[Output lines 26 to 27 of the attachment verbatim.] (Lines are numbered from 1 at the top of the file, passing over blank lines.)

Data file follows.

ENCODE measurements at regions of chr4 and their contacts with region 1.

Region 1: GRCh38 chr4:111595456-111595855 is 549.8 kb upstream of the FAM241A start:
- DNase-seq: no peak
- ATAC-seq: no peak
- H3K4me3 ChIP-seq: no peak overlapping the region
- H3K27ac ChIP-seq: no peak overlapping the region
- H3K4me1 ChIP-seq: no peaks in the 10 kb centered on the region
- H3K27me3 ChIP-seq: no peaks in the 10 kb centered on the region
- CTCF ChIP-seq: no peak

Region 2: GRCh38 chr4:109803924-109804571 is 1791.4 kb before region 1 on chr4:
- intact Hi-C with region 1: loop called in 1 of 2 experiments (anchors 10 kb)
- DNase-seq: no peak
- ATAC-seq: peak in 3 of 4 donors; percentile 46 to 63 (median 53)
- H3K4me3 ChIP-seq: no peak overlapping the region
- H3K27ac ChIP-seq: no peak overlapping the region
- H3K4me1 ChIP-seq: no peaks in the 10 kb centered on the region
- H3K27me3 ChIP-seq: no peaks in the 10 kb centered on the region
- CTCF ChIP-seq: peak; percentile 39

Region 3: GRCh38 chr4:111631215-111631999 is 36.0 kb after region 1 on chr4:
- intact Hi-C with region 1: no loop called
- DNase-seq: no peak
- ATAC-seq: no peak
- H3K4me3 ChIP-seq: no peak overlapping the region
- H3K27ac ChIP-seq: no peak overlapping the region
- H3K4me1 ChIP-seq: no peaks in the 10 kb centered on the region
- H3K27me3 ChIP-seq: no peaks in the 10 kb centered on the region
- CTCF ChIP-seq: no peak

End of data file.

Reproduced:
- H3K27me3 ChIP-seq: no peaks in the 10 kb centered on the region
- CTCF ChIP-seq: no peak